Managing Shrinkage

When we think about the forces reshaping the legal industry, we focus primarily on forces such as the impact of changing client demand trends and innovation in legal service delivery. Much less attention has been given to the internal demographic forces likely to reshape law firms in the coming decade. Our analysis of the aging of many U.S. based law firm partnerships leads us to believe that internal forces within law firms will have just as much - if not more - of an impact on the traditional law firm model over the next 10 years. Partner demographics in many U.S. firms will cause a major reshaping and restructuring of the business, and for those firms intent on maintaining a more traditional model, long term sustainability may require planning and managing for shrinkage of the partnership and ultimately the firm.

What is the risk of shrinkage?

Based on 2016 data, 16 percent of partners will retire in the next five years and 38 percent will retire in the next decade.[1] While this data sounds only mildly disconcerting, our experience indicates that the averages smooth over the more alarming retirement trends impacting some firms. We regularly see firms where the average equity partner age is approaching 60 years old. The risk of shrinkage of the partnership is greatest for firms focused on a more traditional and lower growth model, and particularly those whose partner compensation approach emphasizes partner personal productivity and under-values teaming and development of next generation lawyers. Firms of all sizes have historically struggled with this balance, although small and mid-size partnerships will be disproportionately impacted by the wave of baby boomer retirements. This is particularly true of firms in more competitive legal markets, where lateral activity and competition is high, making it harder to retain high performing younger partners.

In spite of demographics, too many firms appear intent on maintaining their current course. We often hear law firm partners explicitly defend the status quo in terms of external positioning and client service delivery, as well as internal structure, hiring, leverage, and firm composition. Many of these partners are themselves senior, are experiencing peak compensation and are loathe to adjust a model which they believe will serve them well for the few remaining years of their career. Yet regardless of the magnitude of industry change driven by external forces, the reality of partner retirements in the coming decade will force many firms to confront a different looking future. A shrinkage in the number of equity partners will present a number of strategic and organizational changes which if not appropriately planned and managed for could lead to a material decline in a law firm’s market position and competitiveness, and potentially even threaten long-term survival.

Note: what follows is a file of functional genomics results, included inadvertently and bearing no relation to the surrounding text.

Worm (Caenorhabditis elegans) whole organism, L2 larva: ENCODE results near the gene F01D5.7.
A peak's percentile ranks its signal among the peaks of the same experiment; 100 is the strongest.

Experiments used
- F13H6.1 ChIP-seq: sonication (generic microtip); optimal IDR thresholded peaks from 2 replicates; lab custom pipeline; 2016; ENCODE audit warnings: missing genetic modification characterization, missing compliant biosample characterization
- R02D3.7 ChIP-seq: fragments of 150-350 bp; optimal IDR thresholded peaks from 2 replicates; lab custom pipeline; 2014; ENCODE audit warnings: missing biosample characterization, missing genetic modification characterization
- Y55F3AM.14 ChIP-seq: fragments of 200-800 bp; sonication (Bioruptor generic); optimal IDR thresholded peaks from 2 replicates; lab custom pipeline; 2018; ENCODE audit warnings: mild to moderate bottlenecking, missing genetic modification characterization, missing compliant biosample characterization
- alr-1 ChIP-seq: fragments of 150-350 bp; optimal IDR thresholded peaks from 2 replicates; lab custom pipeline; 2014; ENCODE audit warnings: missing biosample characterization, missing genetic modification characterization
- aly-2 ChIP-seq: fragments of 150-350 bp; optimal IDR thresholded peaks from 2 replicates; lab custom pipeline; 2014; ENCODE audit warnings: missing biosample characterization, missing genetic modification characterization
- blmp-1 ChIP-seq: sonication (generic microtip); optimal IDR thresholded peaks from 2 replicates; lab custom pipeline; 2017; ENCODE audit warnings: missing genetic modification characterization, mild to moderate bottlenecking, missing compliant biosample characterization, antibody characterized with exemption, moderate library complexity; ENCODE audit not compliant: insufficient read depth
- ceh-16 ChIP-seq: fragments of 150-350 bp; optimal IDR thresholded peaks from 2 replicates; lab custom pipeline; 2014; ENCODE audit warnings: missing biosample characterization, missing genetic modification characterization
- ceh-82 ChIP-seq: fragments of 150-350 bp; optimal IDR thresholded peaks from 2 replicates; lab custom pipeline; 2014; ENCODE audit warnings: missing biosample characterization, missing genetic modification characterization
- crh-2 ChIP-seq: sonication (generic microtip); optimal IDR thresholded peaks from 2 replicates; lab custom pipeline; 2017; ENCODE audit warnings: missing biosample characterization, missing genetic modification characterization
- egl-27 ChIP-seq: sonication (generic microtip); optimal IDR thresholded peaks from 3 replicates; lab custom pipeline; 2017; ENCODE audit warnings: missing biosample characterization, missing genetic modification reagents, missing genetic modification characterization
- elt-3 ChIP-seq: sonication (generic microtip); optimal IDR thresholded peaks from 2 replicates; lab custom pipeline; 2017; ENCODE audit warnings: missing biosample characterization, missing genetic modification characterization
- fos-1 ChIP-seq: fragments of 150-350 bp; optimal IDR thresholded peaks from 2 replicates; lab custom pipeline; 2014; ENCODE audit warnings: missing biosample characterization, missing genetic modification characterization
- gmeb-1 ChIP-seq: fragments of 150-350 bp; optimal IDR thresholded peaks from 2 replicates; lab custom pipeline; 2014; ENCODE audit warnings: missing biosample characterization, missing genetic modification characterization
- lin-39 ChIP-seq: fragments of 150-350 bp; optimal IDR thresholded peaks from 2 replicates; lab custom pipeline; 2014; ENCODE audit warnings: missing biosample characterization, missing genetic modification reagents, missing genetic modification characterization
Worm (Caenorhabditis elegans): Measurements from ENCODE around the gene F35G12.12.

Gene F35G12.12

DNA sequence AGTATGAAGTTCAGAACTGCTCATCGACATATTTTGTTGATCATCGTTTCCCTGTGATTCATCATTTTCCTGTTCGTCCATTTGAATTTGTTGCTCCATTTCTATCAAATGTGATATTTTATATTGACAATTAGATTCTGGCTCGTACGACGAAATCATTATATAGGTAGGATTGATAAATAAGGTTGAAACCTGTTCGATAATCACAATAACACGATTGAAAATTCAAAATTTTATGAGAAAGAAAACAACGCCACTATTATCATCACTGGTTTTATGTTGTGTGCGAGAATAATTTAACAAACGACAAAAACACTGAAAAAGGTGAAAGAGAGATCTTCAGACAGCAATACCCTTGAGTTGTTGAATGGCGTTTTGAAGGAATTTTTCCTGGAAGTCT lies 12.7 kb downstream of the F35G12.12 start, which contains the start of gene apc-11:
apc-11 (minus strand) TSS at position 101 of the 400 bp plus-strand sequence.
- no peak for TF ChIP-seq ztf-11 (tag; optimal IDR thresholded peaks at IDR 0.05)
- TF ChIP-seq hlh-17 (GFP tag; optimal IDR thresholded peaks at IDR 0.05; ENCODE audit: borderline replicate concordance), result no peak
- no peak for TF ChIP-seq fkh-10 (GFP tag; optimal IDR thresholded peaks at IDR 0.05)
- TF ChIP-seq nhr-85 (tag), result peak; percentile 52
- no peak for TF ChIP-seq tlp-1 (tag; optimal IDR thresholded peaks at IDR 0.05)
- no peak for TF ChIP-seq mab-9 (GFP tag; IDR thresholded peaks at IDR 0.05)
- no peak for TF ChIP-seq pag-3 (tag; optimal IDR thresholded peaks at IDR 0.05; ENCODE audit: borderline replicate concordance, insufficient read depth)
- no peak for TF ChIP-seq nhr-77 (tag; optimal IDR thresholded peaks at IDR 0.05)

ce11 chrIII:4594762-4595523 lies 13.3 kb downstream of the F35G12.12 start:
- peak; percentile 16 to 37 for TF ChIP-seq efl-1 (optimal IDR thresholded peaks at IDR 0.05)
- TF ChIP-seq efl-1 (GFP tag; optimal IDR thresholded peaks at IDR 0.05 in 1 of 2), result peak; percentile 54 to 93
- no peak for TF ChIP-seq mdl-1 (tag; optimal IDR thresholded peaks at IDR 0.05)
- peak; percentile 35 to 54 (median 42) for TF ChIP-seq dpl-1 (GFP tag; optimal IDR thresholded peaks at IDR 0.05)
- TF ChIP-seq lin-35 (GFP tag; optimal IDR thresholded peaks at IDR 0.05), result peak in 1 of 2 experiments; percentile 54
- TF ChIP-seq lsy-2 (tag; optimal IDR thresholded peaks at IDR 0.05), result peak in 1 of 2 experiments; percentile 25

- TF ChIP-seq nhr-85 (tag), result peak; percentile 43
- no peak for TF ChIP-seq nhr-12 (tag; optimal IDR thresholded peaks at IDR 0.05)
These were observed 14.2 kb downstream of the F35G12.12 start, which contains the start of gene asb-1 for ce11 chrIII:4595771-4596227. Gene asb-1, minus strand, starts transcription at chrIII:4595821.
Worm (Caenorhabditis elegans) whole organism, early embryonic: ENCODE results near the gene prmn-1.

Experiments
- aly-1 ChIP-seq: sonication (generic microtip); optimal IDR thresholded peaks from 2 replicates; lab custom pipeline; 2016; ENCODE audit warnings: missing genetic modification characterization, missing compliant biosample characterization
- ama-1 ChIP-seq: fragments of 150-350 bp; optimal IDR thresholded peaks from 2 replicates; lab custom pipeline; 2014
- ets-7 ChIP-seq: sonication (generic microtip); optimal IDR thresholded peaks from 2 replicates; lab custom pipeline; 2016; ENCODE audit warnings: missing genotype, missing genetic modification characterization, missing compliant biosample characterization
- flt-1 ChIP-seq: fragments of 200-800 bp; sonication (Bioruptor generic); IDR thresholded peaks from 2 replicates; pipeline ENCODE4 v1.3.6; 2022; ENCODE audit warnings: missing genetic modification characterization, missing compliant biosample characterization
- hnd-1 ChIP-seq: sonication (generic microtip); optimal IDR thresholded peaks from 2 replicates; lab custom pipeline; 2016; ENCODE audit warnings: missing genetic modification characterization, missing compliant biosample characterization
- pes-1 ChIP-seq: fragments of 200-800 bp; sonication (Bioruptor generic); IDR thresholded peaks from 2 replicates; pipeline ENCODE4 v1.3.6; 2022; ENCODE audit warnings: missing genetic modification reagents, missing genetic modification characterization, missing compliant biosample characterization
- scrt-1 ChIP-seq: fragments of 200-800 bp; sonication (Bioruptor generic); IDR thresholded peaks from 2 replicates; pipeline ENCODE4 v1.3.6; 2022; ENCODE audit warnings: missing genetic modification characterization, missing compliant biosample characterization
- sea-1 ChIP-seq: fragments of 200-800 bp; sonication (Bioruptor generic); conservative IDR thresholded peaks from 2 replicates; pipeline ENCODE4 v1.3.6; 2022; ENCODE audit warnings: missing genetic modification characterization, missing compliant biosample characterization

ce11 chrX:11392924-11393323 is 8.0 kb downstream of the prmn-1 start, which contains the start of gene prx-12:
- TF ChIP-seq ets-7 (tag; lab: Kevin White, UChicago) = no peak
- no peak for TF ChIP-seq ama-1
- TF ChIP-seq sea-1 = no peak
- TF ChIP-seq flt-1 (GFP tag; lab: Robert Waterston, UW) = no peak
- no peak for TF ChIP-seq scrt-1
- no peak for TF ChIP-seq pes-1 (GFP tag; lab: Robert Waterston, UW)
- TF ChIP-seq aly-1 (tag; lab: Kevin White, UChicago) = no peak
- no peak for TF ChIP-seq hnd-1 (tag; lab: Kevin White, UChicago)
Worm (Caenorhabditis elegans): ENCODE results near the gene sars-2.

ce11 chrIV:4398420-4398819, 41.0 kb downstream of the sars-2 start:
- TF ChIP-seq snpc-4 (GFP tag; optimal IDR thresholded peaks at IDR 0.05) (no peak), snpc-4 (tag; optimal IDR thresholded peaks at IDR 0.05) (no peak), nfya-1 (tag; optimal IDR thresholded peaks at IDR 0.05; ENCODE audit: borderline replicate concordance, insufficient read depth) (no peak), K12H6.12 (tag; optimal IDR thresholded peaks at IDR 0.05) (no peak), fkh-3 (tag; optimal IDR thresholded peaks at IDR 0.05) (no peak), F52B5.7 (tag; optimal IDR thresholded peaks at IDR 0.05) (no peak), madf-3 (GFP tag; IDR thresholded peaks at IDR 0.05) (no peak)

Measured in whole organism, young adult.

Can firms avoid shrinkage through succession planning?

For most firms facing a wave of baby boomer retirements, the firm’s initial focus should be on succession planning - addressing the broad range of strategic and organizational implications of retirements. Effective succession planning requires that firms evaluate their own specific risks associated with the generational transition of clients, revenue generation, leadership, financial obligations, market profile, referral network, expertise and operational management. While the level of risk in each of these succession categories will vary by firm, there are two core issues which impact nearly every firm with an aging equity partnership – client and rainmaker transition. 

Both client transition and business generation or rainmaker capability present outsized implications for the firm’s future sustainability. Client relationships represent the core of every law firm’s current and future competitiveness, and as a result, transitioning client relationships from senior partners to next generation partners is a critical challenge that must be addressed by any firm with an aging partnership. Those firms pursuing a strategy of opening up client relationships and building teams around clients will be the ones most likely to overcome this particular succession obstacle. 

An additional strategy for firms with a high concentration of partners over 55 is the investment in developing and/or replacing senior rainmakers. This will require careful hiring and focused professional development and retention of young lawyer talent (assuming time horizons allow for this longer-term option), or robust lateral partner recruitment. Lateral growth and larger scale partner additions via merger offer the potential to more rapidly shore up the partnership and reduce demographic risk. However, for some firms, lateral growth or merger is a less viable option, due to the firm’s geographic locations, a lack of partner support, or the sheer cost and uncertainty of external partnership growth.